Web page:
Figure 1: Estimated increases in the duration of inflation-linked bonds as a function of inflation surprises

Multi-Asset-simply-put-Inflation surprise-01.svg

Source: Bloomberg, LOIM


I know what you did last inflation shock

The duration effect may seem small but its impact during periods of inflation surprises can be material. Looking such episodes since 2006 – the period for which we have reliable performance data in dollar terms – and focusing in on the US, given this is where inflation surprises have been most pronounced among developed markets, we have created a list of four distinct inflation periods:

  • the 2007 oil shock,
  • the 2010-2011 recovery leading to another oil shock,
  • the 2016-2017 inflation surge that prompted the Federal Reserve (Fed) to hike rates,
  • The 2021-2022 inflation shock we are currently experiencing.

For each period, figure 2 compares the evolution between inflation-linked bond (ex-duration) and inflation swap exposure (both based on a 10-year tenor). Across three of these four inflation periods, the swap exposure would have delivered a higher return: 2007, 2016-2017 and 2021-2022. Only in 2010-2011 would have we seen inflation-linked bonds do better. What makes that period exceptional is that the Fed was not hiking rates and was letting inflation run through the US economy as the inflation shock was only temporary in nature. In the rest of these examples, the Fed hiked rates to bring inflation down, with differing levels of aggression, creating the aforementioned hidden duration effect.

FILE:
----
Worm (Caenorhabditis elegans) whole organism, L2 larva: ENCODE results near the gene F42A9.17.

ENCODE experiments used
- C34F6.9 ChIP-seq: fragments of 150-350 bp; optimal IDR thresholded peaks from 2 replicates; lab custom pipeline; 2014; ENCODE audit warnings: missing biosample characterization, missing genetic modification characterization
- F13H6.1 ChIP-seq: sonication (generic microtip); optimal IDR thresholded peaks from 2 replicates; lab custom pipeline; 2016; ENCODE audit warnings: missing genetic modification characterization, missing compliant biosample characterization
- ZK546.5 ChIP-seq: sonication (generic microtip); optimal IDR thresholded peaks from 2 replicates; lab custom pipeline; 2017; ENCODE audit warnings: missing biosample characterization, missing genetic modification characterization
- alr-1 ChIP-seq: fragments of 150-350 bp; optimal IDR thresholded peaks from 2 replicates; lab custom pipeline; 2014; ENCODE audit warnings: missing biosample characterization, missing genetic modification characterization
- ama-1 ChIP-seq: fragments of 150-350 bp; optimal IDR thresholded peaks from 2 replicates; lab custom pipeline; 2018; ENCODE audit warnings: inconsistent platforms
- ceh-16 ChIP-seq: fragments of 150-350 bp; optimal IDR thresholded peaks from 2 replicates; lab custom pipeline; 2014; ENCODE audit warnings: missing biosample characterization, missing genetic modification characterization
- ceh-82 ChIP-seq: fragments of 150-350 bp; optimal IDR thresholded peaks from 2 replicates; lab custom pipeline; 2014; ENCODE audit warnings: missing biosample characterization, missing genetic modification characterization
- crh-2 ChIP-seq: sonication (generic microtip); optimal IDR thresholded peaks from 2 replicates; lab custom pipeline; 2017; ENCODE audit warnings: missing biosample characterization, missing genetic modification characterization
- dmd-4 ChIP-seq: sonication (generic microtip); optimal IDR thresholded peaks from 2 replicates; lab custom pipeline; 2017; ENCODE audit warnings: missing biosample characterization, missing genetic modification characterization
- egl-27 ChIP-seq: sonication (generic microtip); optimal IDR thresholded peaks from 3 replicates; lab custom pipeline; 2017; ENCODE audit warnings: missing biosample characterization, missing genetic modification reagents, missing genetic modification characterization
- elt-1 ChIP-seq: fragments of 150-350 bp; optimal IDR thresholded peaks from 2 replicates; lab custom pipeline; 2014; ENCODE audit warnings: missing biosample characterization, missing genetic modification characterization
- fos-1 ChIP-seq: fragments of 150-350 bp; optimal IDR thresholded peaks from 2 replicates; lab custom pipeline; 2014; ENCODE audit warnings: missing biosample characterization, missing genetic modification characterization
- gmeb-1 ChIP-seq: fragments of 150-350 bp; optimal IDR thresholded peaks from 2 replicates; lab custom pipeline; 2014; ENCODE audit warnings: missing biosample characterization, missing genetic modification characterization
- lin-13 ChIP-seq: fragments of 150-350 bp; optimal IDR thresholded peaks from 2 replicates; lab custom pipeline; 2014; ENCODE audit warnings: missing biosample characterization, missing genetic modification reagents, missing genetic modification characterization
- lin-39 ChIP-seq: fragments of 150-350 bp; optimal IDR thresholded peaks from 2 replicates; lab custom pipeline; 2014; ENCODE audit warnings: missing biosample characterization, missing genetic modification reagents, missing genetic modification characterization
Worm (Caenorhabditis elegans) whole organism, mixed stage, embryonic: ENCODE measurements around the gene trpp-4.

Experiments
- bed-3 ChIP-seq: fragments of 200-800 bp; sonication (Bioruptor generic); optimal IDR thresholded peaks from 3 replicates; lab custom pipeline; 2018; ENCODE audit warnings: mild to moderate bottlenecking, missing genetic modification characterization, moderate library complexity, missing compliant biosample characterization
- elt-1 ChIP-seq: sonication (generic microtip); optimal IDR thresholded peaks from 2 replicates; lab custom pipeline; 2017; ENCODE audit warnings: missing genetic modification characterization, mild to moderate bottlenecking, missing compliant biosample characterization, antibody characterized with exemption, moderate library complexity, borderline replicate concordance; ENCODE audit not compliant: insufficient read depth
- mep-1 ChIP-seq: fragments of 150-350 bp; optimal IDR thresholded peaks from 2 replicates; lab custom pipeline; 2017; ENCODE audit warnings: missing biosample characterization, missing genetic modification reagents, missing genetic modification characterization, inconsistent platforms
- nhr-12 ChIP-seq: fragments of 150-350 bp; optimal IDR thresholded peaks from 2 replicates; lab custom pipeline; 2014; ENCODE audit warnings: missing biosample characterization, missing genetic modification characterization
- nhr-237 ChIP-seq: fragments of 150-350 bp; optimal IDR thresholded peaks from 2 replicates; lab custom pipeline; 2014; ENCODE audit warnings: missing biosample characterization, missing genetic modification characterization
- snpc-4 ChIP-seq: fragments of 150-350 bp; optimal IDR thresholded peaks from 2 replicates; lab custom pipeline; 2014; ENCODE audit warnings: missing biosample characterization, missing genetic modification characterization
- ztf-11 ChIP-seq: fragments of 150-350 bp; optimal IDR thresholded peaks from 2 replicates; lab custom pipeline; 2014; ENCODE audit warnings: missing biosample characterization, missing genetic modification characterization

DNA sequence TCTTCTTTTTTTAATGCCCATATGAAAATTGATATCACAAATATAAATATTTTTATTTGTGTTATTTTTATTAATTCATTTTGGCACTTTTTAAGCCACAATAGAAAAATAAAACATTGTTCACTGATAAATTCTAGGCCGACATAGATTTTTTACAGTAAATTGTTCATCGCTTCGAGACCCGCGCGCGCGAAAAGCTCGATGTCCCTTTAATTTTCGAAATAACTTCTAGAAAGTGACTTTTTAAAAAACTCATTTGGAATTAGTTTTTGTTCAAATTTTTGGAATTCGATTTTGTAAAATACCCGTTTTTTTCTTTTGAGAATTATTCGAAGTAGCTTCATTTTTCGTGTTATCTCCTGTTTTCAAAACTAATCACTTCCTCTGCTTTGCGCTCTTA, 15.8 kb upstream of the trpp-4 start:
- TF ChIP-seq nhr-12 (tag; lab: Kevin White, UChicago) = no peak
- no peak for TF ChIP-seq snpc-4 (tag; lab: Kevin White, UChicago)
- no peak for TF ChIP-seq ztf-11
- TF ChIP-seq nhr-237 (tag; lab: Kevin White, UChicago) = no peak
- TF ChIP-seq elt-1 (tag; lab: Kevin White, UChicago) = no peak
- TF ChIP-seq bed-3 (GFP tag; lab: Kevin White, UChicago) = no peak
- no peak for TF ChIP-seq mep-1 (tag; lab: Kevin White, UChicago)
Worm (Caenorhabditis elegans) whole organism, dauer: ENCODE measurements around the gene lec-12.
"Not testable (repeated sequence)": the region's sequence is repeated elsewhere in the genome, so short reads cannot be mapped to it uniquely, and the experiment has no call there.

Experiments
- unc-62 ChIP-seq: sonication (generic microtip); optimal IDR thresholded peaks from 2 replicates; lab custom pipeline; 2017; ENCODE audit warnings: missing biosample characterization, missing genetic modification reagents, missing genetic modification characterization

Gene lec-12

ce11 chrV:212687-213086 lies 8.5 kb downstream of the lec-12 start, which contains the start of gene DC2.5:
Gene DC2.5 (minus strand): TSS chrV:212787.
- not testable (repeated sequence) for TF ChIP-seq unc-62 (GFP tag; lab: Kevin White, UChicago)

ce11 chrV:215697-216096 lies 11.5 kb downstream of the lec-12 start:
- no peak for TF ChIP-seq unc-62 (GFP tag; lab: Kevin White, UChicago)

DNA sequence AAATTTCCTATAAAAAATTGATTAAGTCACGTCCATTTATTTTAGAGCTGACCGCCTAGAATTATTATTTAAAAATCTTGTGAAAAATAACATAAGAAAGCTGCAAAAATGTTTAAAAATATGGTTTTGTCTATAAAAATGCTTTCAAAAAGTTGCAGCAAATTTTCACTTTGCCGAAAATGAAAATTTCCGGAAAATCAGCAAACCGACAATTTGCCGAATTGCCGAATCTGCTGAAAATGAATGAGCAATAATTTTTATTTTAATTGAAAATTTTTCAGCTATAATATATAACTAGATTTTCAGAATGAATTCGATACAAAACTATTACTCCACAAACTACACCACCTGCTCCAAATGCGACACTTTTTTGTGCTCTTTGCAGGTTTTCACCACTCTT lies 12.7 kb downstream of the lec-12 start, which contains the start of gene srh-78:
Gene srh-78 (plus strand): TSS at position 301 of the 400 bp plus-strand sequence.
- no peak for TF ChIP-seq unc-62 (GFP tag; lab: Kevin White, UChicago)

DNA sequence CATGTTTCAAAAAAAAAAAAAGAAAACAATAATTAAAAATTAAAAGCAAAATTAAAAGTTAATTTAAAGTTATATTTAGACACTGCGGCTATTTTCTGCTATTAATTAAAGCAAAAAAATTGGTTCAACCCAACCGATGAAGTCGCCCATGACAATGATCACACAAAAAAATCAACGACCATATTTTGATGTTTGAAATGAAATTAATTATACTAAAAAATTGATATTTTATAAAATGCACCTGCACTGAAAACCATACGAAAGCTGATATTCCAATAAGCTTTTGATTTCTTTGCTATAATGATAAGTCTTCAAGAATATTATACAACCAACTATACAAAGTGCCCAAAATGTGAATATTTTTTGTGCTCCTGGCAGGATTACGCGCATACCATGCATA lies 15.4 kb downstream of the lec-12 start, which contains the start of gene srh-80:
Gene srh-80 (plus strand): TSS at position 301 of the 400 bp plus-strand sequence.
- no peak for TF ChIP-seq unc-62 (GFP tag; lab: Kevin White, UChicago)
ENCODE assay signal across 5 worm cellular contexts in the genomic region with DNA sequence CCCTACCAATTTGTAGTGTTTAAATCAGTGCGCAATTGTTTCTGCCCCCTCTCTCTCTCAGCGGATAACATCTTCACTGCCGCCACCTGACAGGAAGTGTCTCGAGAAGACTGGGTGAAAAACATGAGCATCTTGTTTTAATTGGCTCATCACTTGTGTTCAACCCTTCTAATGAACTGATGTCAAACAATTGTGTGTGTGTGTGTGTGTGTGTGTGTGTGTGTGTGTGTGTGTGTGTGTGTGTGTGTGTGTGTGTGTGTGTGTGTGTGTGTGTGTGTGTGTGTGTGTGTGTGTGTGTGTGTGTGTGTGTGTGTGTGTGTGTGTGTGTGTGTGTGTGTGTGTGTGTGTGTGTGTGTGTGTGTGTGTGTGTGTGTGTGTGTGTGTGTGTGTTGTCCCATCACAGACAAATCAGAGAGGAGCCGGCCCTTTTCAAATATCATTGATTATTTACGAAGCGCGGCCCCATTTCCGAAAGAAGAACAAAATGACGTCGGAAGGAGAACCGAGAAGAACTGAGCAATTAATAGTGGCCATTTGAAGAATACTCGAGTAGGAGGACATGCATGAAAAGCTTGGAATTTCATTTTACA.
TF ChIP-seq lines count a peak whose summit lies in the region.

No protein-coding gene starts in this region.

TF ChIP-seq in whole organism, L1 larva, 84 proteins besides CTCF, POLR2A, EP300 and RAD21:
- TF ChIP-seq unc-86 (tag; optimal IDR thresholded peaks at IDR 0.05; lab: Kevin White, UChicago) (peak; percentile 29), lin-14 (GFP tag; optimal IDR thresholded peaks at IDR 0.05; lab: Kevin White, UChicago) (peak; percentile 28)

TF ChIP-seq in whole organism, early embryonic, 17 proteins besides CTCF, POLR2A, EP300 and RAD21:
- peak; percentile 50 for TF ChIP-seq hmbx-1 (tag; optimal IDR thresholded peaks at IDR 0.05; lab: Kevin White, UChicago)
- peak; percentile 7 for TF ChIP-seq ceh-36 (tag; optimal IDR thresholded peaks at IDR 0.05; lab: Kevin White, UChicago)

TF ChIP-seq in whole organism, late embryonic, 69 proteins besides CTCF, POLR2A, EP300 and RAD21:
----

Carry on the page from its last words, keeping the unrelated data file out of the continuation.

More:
Inflation-linked bonds often fail to protect investors when investors need them the most. This seems to happen precisely because central banks need to fight off inflation pressures by hiking rates. 2010-2011 was a singularity, as hiking rates during inflation shocks is the norm, not the exception. 2022 is the perfect illustration of that – the performance gap between both solutions widened right after the Fed signalled its intent to hike rates.


Figure 2: Rebased performance of inflation linked bonds (ex-duration) and inflation swaps over the past four inflation shock periods

Multi-Asset-simply-put-Rebased performance over shocks-01.svg

Source: Bloomberg, LOIM


  Simply put, 2022 has delivered an important lesson in terms of inflation hedging: favour inflation swaps over the imprecision of inflation-linkers, which can unexpectedly be weighed on by duration.    


Macro/nowcasting corner

The most recent evolution of our proprietary nowcasting indicators for world growth, world inflation surprises and world monetary policy surprises are designed to keep track of the latest macro drivers making markets tick. 

Our nowcasting indicators currently point to:

  • Worldwide growth is lower than it was six months ago. The US signal has further extended its decline this week – it has now reached 40%, which is 5% below the recession threshold.
  • Inflation surprises will remain positive for the Eurozone but are declining elsewhere. This week, Eurozone pressures have even increased from our metrics, suggesting the European Central Bank will remain hawkish.
  • Central banks’ hawkish stance should continue. However, during recent weeks our monetary policy indicator has started to decline in the US as inflation pressures are easing, as expected.  


World growth nowcaster: long-term (left) and recent evolution (right)

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World inflation nowcaster: long-term (left) and recent evolution (right)

Multi-Asset-simply-put-Inflation nowcaster-07Nov-01.svg


World monetary policy nowcaster: long-term (left) and recent evolution (right)

Multi-Asset-simply-put-Monetary Policy nowcaster-7Nov-01.svg

Reading note: LOIM’s nowcasting indicator gather economic indicators in a point-in-time manner in order to measure the likelihood of a given macro risk – growth, inflation surprises and monetary policy surprises. The Nowcaster varies between 0% (low growth, low inflation surprises and dovish monetary policy) and 100% (the high growth, high inflation surprises and hawkish monetary policy).